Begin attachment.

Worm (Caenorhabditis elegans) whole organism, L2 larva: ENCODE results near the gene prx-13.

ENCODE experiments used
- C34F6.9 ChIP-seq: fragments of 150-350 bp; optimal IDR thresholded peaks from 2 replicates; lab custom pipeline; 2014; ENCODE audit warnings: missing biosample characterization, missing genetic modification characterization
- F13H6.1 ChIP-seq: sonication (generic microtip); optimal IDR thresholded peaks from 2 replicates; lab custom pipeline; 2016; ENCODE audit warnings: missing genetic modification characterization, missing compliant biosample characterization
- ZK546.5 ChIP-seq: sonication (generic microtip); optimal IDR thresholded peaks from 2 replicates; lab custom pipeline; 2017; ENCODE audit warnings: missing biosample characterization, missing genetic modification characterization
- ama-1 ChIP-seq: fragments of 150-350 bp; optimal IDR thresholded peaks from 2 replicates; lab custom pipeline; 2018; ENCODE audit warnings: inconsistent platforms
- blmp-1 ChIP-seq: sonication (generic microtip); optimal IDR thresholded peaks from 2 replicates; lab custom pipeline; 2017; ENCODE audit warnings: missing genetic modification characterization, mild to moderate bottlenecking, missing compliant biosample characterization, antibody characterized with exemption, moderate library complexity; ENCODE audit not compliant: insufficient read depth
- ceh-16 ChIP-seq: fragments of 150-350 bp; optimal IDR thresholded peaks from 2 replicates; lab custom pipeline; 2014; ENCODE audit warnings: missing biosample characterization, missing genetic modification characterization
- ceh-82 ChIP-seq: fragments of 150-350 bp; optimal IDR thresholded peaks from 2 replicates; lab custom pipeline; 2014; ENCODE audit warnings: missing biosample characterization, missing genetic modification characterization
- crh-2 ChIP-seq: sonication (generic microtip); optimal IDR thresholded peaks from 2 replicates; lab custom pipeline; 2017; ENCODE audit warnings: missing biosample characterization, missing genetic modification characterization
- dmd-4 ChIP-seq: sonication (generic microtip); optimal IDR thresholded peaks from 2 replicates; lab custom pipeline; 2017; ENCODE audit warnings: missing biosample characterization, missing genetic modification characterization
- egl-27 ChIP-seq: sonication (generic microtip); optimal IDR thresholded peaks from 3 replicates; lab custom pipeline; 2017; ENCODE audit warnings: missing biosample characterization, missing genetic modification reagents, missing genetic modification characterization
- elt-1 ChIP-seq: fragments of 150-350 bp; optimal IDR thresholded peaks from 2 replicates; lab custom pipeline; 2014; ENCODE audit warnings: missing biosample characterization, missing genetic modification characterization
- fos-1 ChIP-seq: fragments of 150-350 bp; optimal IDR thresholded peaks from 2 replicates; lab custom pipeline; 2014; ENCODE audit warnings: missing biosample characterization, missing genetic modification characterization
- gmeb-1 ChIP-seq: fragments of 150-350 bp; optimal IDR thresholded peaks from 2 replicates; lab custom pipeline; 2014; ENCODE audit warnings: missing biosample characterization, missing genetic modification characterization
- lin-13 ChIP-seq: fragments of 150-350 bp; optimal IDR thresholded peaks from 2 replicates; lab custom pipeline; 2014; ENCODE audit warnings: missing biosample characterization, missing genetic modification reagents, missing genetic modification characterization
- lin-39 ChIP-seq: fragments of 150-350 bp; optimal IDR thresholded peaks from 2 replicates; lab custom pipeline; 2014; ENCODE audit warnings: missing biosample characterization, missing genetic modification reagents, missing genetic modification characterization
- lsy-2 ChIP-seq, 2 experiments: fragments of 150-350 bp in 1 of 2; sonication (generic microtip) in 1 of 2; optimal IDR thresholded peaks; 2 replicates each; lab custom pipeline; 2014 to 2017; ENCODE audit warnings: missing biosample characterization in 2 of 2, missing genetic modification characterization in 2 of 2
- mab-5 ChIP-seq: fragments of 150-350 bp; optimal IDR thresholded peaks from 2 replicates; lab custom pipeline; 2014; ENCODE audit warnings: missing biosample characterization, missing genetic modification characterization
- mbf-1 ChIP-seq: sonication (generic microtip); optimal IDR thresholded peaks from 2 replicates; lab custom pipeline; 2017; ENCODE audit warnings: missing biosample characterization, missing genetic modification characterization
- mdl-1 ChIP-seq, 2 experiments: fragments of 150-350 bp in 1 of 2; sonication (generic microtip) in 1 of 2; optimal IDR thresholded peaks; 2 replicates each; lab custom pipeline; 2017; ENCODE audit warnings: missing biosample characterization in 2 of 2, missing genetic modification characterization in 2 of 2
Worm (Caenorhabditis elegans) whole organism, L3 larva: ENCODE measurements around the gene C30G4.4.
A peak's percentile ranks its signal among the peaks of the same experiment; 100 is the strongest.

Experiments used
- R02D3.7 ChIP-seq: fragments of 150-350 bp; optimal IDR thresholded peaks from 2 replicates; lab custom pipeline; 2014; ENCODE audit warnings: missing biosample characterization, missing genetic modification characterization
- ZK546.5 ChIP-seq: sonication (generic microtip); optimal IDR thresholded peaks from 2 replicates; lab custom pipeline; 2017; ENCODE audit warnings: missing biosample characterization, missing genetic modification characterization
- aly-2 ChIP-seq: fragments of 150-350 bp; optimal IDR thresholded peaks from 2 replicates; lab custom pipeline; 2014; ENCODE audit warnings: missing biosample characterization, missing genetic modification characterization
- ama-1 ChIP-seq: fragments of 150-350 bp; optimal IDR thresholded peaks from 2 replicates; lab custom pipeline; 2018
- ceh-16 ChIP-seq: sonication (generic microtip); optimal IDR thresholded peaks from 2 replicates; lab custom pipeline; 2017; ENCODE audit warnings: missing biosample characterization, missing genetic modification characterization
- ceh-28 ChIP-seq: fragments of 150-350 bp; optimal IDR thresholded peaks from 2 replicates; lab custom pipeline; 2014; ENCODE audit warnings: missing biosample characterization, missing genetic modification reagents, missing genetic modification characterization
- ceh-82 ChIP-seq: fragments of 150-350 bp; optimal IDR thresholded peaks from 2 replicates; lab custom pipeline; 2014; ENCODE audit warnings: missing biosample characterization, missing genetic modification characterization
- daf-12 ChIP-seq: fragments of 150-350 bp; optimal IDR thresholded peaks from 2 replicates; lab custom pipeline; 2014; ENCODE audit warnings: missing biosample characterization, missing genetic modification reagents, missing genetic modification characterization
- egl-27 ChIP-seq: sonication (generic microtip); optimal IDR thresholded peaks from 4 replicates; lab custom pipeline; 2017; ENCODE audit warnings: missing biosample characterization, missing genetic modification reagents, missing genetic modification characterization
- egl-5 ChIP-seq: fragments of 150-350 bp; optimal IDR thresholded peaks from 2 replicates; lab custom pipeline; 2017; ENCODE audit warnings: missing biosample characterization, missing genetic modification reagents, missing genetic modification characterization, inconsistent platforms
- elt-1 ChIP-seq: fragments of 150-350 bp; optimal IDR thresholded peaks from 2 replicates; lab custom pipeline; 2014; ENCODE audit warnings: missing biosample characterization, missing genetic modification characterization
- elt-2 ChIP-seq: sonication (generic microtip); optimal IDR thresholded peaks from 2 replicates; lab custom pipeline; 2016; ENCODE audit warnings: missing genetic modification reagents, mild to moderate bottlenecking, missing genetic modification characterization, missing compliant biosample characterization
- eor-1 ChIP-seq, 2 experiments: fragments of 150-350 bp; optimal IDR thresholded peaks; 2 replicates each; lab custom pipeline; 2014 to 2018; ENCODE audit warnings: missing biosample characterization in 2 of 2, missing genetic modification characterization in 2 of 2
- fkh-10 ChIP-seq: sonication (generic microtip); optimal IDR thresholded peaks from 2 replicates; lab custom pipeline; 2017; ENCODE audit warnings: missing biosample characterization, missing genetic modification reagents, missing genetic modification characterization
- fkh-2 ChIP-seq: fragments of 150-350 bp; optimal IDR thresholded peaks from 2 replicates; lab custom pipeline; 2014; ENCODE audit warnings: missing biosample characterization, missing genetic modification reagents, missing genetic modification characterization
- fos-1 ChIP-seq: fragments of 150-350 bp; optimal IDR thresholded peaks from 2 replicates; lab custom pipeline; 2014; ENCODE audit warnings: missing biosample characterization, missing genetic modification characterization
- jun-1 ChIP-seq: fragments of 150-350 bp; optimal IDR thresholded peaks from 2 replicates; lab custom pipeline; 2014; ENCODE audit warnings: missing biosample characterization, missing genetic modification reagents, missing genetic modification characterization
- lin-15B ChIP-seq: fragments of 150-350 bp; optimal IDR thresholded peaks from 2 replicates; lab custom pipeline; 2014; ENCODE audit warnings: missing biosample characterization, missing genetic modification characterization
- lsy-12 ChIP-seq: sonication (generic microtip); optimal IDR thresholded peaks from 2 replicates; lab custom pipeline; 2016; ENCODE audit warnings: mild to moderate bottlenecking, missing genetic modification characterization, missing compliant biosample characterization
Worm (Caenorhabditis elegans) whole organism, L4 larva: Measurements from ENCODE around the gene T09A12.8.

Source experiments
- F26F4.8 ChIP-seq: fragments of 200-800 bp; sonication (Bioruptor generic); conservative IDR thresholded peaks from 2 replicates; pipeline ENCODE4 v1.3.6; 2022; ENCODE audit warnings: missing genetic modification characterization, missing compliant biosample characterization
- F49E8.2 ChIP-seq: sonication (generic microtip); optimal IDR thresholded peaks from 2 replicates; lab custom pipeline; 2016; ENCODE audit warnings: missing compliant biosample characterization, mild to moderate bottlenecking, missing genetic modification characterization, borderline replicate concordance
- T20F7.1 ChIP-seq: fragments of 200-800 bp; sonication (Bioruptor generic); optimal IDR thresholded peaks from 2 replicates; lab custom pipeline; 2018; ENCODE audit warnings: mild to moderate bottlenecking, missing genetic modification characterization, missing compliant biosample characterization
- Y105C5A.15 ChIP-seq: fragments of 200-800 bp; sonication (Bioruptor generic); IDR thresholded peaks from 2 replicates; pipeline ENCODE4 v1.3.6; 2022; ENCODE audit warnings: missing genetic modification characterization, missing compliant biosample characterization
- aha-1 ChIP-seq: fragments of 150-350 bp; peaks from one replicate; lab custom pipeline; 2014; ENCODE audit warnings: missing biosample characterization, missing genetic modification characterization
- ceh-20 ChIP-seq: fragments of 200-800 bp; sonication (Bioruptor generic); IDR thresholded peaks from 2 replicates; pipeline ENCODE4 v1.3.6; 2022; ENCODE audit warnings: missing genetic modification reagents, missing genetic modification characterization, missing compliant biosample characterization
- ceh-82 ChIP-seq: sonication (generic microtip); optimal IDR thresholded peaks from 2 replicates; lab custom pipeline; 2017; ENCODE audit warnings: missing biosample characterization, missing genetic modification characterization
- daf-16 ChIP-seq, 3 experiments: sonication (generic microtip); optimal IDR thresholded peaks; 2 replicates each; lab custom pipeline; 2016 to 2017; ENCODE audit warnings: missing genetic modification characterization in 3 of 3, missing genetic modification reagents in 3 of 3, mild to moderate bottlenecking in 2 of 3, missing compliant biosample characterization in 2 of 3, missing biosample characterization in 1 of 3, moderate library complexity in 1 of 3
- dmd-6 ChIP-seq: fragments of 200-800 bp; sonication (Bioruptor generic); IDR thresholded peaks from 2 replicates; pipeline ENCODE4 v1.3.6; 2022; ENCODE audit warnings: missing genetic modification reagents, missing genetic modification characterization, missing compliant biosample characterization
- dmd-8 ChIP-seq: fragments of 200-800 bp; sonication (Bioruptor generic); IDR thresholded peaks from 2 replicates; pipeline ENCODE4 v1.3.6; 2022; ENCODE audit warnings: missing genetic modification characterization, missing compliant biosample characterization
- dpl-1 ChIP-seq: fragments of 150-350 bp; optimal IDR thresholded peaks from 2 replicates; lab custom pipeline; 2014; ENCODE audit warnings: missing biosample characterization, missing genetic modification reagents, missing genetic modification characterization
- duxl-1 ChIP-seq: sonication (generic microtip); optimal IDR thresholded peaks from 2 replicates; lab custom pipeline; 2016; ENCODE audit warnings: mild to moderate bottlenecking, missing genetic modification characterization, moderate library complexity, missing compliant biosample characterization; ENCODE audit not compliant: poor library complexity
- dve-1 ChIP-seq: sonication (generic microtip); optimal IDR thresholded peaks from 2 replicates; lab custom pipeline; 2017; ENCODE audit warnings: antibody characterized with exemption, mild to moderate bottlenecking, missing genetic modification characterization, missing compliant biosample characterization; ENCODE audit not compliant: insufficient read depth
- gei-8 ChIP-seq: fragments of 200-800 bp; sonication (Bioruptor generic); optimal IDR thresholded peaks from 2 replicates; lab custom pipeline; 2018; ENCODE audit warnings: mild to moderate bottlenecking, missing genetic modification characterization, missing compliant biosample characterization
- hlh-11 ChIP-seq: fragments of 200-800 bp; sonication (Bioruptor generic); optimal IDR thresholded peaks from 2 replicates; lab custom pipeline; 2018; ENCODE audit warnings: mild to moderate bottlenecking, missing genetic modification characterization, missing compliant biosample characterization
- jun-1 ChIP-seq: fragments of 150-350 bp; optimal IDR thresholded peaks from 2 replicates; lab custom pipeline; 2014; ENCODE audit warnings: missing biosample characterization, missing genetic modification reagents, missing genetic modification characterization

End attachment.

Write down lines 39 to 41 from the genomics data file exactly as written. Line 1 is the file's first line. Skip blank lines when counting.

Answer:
- fkh-2 ChIP-seq: fragments of 150-350 bp; optimal IDR thresholded peaks from 2 replicates; lab custom pipeline; 2014; ENCODE audit warnings: missing biosample characterization, missing genetic modification reagents, missing genetic modification characterization
- fos-1 ChIP-seq: fragments of 150-350 bp; optimal IDR thresholded peaks from 2 replicates; lab custom pipeline; 2014; ENCODE audit warnings: missing biosample characterization, missing genetic modification characterization
- jun-1 ChIP-seq: fragments of 150-350 bp; optimal IDR thresholded peaks from 2 replicates; lab custom pipeline; 2014; ENCODE audit warnings: missing biosample characterization, missing genetic modification reagents, missing genetic modification characterization